Bugs or Features? Exploring Cognitive Biases, Fallacies, and Heuristics 

Department: Cognitive Science

Instructors: Adrian Seeley
Instructors' Emails: adrian.marie.seeley@gmail.com 
Prerequisites: None

Course Description

With limited cognitive resources, we humans have developed an array of mental shortcuts (often non- conscious) which are pragmatically useful but can result in error. This course is designed to give an overview of the research, literature, and implications surrounding some of the systematic errors to which we humans are prone, both in everyday decision-making, as well as in social, political, and scientific practices. In particular, the course will focus on cognitive biases, logical fallacies, and heuristics.

Motivation for inquiry into our cognition extends far beyond mere intellectual curiosity. On the individual level, our biases and blunders can affect risk-taking, how we spend our money, whether we save our money, important medical decisions, and more. On a larger scale, biases affect scientific integrity (confirmation bias among researchers, publication biases, etc.), susceptibility to propaganda and “fake news”, education and employment (implicit bias, etc.), public safety (implicit biases, predicting successful strategies, etc.), and more.

Because of the inherently interdisciplinary nature of the course, readings and activities cover topics over a wide scope, including:

  • Psychology (especially social psychology)
  • Philosophy (especially logic and critical thinking)
  • Cognitive Science
  • Behavioral Economics (incl. opt-in versus opt-out retirement programs)
  • Marketing (especially persuasion and advertising)
  • Medicine, g. framing-effects (medical decision-making such as organ donation, etc.)
  • Law and public policy (“Nudges” and Libertarian Paternalism)

Course Goals / Learning Objectives

By the end of the program, students should have an appreciation for the many ways our mental shortcuts, fallacious reasoning, and other cognitive blunders impact the structure of our social institutions, as well as our ideas and behaviors, both as individuals and in groups.

A (non-exhaustive) list of (tentative) topics includes the following biases and fallacies:

  • Confirmation bias
  • Implicit biases (especially racial and gender)
  • Implicit Attitude Test (IAT)
  • Hindsight bias
  • Status quo bias
  • Base-rate fallacy
  • Correlation-causation fallacy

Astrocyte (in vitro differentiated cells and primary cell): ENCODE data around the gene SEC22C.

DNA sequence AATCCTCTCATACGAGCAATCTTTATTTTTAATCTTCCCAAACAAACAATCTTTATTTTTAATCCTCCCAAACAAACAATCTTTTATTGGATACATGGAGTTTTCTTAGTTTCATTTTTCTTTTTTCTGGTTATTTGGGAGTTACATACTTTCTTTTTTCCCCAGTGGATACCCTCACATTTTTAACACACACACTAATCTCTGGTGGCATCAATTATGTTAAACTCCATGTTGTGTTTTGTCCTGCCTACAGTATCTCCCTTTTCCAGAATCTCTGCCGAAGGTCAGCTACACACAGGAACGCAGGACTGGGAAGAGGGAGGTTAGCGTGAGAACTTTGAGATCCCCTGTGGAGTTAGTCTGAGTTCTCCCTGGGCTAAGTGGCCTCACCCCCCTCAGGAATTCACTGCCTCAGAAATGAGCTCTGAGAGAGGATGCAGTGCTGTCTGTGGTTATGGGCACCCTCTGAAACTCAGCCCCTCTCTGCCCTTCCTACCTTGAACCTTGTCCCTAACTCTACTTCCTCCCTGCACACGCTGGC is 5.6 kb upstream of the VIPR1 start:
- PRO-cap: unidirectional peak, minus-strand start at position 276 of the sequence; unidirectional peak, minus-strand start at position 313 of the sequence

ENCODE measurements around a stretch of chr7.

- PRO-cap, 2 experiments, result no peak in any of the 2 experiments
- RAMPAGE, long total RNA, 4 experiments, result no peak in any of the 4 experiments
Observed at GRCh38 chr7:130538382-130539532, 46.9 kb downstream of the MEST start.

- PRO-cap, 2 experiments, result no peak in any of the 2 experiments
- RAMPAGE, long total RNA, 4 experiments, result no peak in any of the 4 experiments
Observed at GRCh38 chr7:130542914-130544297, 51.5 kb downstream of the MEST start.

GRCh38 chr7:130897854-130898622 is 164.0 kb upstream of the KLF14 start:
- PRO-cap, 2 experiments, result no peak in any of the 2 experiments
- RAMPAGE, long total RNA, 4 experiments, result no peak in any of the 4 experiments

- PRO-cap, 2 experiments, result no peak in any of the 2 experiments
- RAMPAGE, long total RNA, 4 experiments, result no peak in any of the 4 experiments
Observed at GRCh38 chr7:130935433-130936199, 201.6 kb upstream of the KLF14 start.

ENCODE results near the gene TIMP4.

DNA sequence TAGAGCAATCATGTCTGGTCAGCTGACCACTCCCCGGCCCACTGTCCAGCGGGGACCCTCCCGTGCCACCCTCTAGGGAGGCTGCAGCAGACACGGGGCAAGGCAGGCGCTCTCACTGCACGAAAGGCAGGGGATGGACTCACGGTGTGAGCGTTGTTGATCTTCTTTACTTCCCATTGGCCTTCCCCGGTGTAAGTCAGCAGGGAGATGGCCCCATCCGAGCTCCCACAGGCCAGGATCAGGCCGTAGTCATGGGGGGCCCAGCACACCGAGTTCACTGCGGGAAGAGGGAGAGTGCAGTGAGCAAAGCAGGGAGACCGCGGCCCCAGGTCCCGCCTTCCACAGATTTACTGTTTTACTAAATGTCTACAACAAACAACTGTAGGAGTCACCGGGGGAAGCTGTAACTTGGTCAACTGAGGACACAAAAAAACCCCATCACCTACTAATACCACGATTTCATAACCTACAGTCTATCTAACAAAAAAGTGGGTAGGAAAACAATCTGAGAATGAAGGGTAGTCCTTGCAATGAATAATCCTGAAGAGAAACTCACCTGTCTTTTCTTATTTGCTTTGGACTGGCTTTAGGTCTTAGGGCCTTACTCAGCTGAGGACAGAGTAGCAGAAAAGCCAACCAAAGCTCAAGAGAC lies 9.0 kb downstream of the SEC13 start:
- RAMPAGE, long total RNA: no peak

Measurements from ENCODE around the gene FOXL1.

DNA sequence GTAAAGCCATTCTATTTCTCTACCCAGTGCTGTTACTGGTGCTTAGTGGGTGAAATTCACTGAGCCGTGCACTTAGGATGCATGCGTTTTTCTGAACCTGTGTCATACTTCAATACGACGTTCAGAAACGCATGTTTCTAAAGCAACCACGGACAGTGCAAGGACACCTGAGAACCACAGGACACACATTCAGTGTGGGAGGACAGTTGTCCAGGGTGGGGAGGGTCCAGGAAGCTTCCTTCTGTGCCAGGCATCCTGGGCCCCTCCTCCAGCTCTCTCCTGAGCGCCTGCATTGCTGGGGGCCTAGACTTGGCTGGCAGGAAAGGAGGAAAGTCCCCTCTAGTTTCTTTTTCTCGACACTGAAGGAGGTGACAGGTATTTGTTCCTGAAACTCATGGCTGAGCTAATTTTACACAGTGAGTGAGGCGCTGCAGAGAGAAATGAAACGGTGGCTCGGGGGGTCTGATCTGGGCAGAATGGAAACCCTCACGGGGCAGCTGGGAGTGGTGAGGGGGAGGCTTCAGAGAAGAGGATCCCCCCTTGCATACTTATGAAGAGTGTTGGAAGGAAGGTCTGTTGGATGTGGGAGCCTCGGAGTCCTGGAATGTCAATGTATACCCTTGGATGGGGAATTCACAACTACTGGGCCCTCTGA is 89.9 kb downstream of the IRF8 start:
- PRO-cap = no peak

• Logical Fallacies (e.g. ad hominem, slippery-slope, )
  • Diffusionof responsibility


The final grade for this course will be calculated as follows:

  • Participation (incl. group work, field-trips): 30%
  • Quizzes: 30%
  • Homework (in- or out-of-class assignments): 10%
  • Exams: 30%

Topical Outline

Week 1 - Intro, Cognition, Heuristics: “Who’s in Control, You or Your Brain?”


  • Introduction: How we think, for better or worse!
  • System 1 and System 2-thinking (Kahneman)
  • Systems conflicts: Conscious cognition automaticity: attention, performance, etc.


  • “Biases and Blunders” [excerpt from Nudge]
  • Daniel Kahneman’s: Thinking: Fast and Slow [excerpts]

Week 2 -Cognitive biases and logical fallacies: “Putting the ‘I’ in Irrationality!”


  • Quantification and numbers (including framing effects, probability judgments)
  • Overestimation and exaggeration
  • Practical impacts of biases: susceptibility to persuasion, misinformation, propaganda, fake news, future discounting,


  • Kahneman, Daniel, and Amos "Choices, values, and frames." American psychologist 39, no. 4 (1984): 341.
  • Rispo, Vito: “The Power of Framing Effects”
  • Tversky, Amos, and Daniel "The Framing of Decisions and the Psychology of Choice." SCIENCE 211 (1981): 30. pp. 453-458

Week 3 - Biases and Society: "Climbing Back up the Rabbit Hole"

We will explore the further implications of the mental shortcuts discussed in weeks 1 and 2. Emphasis will be placed on scientific methodology and publishing — the problems therein and the improvements already being made.


  • Publication biases among journals and some new safeguards in place to combat them
  • (Un)likely journals will publish negative results
  • failure to replicate
  • File-drawer problem
  • Researcher’s vulnerability to Confirmation bias
  • P-value fallacy
  • Education and hiring practices



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